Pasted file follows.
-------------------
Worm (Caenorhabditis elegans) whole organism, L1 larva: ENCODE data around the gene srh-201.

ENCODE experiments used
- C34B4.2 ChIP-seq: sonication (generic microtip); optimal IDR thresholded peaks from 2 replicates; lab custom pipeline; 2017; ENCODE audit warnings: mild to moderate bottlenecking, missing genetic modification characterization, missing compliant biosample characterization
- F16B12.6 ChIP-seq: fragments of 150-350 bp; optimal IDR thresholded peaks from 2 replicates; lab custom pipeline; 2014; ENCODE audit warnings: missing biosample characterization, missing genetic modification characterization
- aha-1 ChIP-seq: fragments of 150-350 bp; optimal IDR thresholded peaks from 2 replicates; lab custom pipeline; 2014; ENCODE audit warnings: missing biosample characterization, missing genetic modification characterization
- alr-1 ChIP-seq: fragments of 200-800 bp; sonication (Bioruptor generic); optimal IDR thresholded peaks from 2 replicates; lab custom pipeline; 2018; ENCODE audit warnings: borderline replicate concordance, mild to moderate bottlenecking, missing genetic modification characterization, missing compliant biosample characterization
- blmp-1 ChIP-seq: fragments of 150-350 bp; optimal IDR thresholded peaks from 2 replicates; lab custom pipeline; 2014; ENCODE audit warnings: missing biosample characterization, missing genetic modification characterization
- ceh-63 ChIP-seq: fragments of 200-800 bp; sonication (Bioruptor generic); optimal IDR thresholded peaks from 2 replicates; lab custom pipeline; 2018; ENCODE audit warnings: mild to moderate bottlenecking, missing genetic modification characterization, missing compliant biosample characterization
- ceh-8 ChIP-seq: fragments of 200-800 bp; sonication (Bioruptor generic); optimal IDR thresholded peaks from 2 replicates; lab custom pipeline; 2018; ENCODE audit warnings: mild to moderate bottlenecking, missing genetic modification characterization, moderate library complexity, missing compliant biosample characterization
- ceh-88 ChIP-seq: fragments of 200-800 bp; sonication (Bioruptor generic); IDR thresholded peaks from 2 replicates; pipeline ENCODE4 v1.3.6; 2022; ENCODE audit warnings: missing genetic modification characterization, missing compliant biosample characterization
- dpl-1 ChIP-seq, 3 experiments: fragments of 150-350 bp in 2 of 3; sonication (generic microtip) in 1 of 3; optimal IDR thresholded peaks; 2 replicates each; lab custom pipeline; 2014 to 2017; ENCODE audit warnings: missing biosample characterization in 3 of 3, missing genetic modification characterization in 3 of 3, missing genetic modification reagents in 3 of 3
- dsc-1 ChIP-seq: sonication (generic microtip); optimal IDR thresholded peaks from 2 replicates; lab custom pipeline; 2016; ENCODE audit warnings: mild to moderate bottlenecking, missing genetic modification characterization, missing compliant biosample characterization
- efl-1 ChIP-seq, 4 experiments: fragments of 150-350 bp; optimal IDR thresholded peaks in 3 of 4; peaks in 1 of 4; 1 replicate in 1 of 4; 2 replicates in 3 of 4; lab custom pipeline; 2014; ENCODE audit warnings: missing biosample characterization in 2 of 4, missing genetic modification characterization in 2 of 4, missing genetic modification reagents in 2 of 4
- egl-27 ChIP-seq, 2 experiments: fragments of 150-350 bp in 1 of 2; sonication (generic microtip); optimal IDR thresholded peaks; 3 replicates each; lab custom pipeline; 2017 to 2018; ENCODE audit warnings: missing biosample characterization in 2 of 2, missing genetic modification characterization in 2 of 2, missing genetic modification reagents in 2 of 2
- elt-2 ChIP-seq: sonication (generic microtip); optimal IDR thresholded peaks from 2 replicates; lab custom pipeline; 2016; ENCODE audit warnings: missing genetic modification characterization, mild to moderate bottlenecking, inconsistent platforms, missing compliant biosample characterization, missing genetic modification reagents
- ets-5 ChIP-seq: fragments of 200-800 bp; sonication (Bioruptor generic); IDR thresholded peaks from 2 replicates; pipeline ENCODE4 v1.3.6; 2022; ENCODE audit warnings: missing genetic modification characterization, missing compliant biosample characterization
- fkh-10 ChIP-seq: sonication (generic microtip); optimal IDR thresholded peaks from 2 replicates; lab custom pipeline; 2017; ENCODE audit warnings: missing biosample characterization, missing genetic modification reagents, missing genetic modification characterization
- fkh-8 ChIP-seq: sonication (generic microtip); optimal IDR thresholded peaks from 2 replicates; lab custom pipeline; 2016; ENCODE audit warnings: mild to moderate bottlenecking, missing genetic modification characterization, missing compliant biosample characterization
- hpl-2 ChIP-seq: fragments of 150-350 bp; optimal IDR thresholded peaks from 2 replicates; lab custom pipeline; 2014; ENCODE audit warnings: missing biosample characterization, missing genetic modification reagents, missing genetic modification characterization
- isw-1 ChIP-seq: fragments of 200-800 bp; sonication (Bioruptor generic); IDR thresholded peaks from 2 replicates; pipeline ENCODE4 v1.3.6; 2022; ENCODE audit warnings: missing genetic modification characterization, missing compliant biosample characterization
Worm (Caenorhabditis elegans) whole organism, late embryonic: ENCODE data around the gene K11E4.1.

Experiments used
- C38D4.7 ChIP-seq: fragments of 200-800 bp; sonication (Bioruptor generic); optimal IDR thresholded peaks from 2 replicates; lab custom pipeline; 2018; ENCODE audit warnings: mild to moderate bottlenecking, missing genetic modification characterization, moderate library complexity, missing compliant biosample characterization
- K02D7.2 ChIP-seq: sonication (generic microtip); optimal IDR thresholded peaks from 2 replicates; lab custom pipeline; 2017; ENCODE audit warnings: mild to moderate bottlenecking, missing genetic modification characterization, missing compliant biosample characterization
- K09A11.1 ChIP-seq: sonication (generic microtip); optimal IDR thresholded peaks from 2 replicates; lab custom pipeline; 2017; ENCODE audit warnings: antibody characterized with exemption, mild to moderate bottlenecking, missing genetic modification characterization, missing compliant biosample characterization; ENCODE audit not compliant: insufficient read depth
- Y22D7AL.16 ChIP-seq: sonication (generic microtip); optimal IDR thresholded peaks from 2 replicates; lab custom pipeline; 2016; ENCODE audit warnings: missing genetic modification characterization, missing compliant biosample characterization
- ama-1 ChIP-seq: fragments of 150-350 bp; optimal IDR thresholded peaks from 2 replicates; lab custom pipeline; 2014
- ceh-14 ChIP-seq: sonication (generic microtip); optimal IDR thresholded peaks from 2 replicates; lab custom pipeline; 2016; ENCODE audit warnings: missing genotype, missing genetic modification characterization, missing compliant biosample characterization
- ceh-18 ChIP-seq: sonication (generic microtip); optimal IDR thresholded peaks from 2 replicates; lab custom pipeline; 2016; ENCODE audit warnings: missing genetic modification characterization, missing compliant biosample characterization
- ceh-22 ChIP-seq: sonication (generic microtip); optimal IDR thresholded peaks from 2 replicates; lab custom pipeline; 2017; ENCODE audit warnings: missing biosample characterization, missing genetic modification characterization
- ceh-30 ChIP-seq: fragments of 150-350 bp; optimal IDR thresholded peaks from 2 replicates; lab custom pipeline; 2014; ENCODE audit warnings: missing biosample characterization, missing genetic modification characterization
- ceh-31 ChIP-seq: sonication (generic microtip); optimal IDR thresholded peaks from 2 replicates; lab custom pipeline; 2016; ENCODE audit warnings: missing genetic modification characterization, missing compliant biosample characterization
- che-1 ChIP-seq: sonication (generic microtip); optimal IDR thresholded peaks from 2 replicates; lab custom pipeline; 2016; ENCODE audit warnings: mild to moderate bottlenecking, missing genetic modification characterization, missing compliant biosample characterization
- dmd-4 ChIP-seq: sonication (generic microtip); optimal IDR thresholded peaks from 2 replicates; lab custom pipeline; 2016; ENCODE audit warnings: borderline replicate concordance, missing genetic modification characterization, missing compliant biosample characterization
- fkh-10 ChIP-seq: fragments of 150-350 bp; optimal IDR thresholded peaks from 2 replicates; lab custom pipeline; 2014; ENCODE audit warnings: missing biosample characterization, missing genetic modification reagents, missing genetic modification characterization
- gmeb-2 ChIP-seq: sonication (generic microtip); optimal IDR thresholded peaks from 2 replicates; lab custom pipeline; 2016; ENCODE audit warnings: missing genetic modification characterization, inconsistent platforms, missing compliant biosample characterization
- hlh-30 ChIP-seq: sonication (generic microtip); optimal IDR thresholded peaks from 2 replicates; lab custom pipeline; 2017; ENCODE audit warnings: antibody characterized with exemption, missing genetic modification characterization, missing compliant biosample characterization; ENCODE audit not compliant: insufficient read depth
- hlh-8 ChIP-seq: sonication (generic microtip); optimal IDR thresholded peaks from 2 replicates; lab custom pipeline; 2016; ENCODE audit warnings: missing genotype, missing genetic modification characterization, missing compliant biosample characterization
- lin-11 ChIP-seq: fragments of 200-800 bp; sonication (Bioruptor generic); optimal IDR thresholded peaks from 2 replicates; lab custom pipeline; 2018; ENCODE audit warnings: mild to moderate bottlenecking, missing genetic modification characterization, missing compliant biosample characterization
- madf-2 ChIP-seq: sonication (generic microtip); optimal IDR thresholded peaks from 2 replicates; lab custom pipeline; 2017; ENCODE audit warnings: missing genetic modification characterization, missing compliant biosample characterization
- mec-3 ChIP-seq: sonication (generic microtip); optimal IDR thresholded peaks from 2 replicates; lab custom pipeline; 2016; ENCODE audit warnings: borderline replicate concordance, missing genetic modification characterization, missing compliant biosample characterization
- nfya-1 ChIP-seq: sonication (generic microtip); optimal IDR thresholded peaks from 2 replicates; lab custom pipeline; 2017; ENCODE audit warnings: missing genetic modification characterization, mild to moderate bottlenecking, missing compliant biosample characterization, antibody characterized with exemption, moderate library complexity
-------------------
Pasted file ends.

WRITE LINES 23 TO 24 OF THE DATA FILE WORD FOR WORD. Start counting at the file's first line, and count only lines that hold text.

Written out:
- C38D4.7 ChIP-seq: fragments of 200-800 bp; sonication (Bioruptor generic); optimal IDR thresholded peaks from 2 replicates; lab custom pipeline; 2018; ENCODE audit warnings: mild to moderate bottlenecking, missing genetic modification characterization, moderate library complexity, missing compliant biosample characterization
- K02D7.2 ChIP-seq: sonication (generic microtip); optimal IDR thresholded peaks from 2 replicates; lab custom pipeline; 2017; ENCODE audit warnings: mild to moderate bottlenecking, missing genetic modification characterization, missing compliant biosample characterization